How to handle Flexible Working requests

16 April 2024

By Tracy Madgwick

What does the new Flexible Working amendment mean for you and your organisation? How should you handle requests for flexible working? What are your employees’ rights in this area, and what are yours? Here’s everything you need to know.

How has the Flexible Working Amendment changed the Employment Rights Bill?

The Flexible Working (Amendment) Regulations 2023 Act has now come into effect and applies to any applications made from 6th April this year. 

Previously, employees needed to be working for you for a minimum of 26 weeks before they could request to work flexibly. Under the new amendment, they can request flexible working arrangements from the first day of their employment with you. They can make two requests within a 12 month period (previously they could only make a single request).

Employees are no longer required to discuss with their employer what impact their request may have, or how the effects can be managed. As their employer, you are required to consult with an employee requesting flexible working before you can reject it.

Under previous rules, employers had three months to consider and respond to a request for flexible working; this has now been reduced to two months.

What does “flexible working” mean?

This can refer to your employee’s working hours or their pattern of work; for example, working part-time, flexitime, having compressed hours or adjusting their start or finish time. It can also apply to changing their working location; for example, working from home.

What do you need to do as an employer?

Firstly, review your policies and make sure your flexible working policy fits with the new law.

Make sure you have a process in place to review and respond to requests for flexible working – don’t wait for the first application to come in. Decide how you will deal with requests and make sure all managers are aware of this.

How should you respond to a flexible working request?

Firstly, ask your employee to make their request in writing, stating clearly what changes they wish to make.

It is important to consider all requests fairly and it’s always worth discussing it with your employee. Of course, they are not obliged to discuss the potential impact on your organisation, but it may be helpful for you to know their thoughts and feelings on the matter.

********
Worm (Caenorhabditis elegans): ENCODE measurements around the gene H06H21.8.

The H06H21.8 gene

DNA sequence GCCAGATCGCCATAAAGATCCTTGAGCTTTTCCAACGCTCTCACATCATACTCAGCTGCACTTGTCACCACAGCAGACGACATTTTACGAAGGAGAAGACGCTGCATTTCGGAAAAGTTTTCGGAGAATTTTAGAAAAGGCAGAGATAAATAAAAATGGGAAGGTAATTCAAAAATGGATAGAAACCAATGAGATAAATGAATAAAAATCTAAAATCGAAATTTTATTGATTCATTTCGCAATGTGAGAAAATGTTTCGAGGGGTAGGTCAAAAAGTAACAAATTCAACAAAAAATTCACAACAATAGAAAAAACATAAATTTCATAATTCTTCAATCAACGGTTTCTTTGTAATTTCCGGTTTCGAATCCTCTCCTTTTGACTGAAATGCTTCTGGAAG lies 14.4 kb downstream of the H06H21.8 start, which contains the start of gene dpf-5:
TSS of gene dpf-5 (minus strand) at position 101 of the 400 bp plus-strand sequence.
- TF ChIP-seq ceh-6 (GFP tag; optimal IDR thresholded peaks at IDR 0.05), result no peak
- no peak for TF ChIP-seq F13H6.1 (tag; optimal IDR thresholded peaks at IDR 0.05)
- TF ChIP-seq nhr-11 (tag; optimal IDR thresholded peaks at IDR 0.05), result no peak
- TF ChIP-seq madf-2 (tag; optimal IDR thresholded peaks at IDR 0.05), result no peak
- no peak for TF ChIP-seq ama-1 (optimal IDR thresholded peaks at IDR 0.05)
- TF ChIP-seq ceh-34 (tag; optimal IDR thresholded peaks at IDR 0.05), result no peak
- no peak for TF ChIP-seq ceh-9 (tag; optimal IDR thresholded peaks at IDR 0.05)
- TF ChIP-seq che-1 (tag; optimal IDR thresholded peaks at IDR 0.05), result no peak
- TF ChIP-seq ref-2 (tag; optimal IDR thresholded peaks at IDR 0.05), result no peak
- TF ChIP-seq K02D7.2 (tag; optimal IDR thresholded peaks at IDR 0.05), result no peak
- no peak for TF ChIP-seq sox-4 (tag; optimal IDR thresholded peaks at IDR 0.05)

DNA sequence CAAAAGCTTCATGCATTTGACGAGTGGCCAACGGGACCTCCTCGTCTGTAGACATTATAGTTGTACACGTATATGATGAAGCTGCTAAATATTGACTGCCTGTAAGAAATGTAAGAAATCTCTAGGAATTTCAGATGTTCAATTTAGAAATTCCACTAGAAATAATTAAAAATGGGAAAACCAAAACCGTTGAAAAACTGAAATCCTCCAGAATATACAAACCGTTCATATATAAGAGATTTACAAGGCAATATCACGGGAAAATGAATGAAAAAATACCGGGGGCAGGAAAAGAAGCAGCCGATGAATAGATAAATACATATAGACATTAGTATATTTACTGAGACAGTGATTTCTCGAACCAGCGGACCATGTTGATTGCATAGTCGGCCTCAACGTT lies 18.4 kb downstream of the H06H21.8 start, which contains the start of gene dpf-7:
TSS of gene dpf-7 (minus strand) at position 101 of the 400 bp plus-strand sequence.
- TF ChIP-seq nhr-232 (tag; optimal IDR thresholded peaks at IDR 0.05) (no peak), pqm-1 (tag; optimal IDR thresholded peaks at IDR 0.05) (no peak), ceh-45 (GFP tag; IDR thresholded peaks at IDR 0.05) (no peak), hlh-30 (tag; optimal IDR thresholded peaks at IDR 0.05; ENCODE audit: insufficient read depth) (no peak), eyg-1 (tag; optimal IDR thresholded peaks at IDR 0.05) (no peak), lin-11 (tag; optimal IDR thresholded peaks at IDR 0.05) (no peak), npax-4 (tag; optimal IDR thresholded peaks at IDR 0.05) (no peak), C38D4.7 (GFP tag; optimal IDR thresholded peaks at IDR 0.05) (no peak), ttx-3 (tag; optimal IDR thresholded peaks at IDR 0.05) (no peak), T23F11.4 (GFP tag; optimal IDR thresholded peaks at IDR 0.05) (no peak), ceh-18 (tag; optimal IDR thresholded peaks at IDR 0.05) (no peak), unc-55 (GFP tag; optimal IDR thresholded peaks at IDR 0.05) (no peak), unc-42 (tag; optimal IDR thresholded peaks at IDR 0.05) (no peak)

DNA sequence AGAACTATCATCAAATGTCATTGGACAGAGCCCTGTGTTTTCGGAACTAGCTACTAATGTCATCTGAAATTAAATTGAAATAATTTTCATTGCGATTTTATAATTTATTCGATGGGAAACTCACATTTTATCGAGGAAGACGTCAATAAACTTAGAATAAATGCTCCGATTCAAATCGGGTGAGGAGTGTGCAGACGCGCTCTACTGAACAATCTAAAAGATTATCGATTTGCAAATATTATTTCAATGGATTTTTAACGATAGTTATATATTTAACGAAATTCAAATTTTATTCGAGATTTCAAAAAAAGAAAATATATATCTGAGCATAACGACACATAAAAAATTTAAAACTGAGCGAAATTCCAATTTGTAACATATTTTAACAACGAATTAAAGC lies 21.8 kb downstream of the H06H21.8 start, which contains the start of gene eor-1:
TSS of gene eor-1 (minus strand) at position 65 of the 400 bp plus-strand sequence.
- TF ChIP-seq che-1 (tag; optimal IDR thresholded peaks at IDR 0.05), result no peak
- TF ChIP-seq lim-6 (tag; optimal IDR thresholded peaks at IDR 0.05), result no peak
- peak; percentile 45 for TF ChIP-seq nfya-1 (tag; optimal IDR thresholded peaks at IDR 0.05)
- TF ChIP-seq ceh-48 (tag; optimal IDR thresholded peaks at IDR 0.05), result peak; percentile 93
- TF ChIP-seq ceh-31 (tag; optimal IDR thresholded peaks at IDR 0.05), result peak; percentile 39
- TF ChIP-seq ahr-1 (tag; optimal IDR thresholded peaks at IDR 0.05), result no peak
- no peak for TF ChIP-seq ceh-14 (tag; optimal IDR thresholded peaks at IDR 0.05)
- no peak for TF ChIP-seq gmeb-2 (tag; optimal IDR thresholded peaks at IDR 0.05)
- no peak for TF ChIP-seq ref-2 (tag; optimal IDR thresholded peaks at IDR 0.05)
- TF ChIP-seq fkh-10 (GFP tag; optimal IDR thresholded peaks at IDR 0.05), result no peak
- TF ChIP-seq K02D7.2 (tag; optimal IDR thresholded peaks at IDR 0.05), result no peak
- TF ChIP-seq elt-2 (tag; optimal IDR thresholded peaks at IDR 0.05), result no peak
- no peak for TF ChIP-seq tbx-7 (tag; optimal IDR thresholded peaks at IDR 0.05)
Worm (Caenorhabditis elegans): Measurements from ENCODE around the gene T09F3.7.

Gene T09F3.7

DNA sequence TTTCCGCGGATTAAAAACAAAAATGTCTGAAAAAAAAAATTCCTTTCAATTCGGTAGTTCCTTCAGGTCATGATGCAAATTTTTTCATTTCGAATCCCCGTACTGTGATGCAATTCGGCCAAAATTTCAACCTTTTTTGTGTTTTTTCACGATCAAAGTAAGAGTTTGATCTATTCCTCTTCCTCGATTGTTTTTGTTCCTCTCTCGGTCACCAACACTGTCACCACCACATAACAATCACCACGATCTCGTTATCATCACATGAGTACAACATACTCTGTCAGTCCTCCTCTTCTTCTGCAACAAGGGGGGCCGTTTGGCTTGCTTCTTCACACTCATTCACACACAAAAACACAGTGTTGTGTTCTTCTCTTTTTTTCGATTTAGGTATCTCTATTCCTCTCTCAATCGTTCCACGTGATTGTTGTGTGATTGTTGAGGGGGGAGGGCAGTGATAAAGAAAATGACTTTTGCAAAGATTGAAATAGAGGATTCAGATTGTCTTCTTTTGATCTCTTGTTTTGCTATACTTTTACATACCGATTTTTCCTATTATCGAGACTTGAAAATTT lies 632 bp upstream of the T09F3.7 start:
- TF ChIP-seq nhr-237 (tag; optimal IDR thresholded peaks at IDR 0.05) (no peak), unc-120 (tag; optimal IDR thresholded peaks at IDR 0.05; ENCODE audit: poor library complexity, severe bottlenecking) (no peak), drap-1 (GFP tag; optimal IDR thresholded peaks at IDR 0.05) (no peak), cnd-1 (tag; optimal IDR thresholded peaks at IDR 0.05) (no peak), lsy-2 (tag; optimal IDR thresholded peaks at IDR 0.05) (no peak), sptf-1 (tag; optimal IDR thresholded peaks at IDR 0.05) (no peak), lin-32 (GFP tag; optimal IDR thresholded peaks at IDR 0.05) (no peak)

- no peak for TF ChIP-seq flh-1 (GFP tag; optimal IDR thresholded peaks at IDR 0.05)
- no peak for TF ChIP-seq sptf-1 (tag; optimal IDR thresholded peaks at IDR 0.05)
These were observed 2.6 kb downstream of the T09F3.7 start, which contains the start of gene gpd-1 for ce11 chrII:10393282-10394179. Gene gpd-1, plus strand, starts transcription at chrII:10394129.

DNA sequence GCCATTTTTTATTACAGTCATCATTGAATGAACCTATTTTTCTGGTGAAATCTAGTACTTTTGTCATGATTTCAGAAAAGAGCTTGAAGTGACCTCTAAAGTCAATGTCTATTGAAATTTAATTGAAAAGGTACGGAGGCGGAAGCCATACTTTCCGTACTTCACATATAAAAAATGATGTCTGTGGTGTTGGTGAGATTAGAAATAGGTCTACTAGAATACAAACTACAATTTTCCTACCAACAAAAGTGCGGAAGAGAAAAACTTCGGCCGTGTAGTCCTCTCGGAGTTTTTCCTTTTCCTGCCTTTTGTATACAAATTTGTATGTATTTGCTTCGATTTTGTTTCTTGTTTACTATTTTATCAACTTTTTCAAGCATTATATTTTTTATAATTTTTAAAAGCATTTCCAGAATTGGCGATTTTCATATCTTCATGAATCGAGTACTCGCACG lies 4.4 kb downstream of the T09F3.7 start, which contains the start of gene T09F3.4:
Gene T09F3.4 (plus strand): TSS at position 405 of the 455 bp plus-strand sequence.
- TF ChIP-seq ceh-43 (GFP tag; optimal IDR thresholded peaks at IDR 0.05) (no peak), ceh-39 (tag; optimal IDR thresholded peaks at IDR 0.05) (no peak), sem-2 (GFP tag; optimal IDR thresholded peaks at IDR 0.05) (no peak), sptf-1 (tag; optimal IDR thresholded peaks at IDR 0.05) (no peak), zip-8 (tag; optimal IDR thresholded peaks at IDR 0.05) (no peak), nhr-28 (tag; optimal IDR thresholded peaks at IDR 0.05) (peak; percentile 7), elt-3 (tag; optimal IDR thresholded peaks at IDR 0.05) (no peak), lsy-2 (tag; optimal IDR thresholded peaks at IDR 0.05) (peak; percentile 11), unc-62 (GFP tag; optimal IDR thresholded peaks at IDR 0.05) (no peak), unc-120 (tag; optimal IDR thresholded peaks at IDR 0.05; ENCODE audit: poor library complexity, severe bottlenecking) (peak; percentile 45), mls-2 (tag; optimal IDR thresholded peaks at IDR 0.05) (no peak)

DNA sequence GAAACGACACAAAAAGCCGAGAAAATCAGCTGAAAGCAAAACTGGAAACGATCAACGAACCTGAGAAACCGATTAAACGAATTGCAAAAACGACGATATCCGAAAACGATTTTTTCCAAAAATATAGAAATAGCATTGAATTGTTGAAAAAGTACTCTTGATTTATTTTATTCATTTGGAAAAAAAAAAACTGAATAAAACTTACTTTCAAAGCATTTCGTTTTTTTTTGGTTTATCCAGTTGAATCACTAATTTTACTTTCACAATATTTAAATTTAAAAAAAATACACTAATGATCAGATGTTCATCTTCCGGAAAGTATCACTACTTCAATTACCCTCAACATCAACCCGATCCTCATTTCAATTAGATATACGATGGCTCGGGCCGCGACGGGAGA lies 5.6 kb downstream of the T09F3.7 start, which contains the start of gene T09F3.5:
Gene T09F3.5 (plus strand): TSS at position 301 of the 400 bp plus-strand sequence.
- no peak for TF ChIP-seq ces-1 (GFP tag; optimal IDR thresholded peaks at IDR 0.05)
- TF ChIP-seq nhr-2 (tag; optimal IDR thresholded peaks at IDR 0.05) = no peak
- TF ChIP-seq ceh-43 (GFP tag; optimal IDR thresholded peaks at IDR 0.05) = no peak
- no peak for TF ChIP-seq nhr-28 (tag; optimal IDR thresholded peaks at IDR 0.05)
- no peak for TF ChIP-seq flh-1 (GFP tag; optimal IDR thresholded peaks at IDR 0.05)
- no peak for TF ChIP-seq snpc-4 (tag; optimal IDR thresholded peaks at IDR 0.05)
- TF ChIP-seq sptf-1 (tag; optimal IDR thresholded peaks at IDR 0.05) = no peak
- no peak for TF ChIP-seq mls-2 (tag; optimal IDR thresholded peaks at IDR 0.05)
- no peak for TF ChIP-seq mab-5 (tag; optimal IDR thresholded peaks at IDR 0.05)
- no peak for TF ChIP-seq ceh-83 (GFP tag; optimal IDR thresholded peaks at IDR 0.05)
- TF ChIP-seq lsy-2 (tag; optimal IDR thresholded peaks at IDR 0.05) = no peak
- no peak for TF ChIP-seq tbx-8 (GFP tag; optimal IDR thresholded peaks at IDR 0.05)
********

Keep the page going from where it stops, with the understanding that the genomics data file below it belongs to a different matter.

Remember that while your employees can request flexible working patterns, you do not have to say yes.

Not all job roles are suitable for different working patterns – but it’s a good idea to approach all requests from the point of view of “how can we make this work” rather than “we don’t want to do this”.

What are the reasons for turning down a flexible working request?

There are eight valid reasons for turning down a request for flexible working and you can only turn down a request if one of these applies:

  • The cost to your organisation would be too high
  • Work cannot be reorganised among your other staff
  • You cannot recruit more staff
  • Quality will be negatively affected
  • Your organisation’s ability to meet customer demand will be negatively affected
  • Performance will be negatively affected
  • There is not enough work for your employee to do at the time(s) they have requested
  • There are planned changes to the organisation and you believe the request will not fit with these plans

Look for a compromise

If you’re not able to accept your employee’s request as it is, look for ways to compromise:

  • Could you agree to part of the request; for example, allowing them to work from home two days a week instead of three?
  • Could you agree to a short-term change, rather than a permanent one?
  • If a weekly work pattern change is not possible, could a fortnightly pattern work?

What if you can’t agree to a flexible working request?

All decisions must be made fairly and using facts rather than personal opinion.

If you really can’t find a way to make it work, talk to your employee and explain the situation. Listen to their reasons for requesting the change and suggest other options where you can.

Ask them if they have any other ideas for future options.

You want your employees to feel happy and valued in their work, so even if you can’t accommodate their request, it’s important that they feel heard and understood.

There is no statutory right to be accompanied by a work colleague or trade union representative at a meeting to discuss a flexible working request, but it is good practice to do so.

Manage expectations for future hires

It is important to communicate your flexible working policy, and the level of flexibility you can reasonably accommodate, when you’re hiring new employees – otherwise you could see your staff turnover rocket.

The employment landscape is changing and jobseekers are keen to work for organisations that show that they value employee wellbeing. Flexible working opportunities are a great way of attracting the best new people to your team, so it’s in everyone’s best interest to make this work.

In conclusion

Your employees are now entitled to request a flexible working pattern from their first day of employment with you.

You must consider their request fairly and have a valid reason for turning it down.

If you're concerned about how this may affect your organisation, or worried about how to put it into practice, get in touch with us for an informal chat about how we could help you.

Call 01737 814758 or email [email protected]

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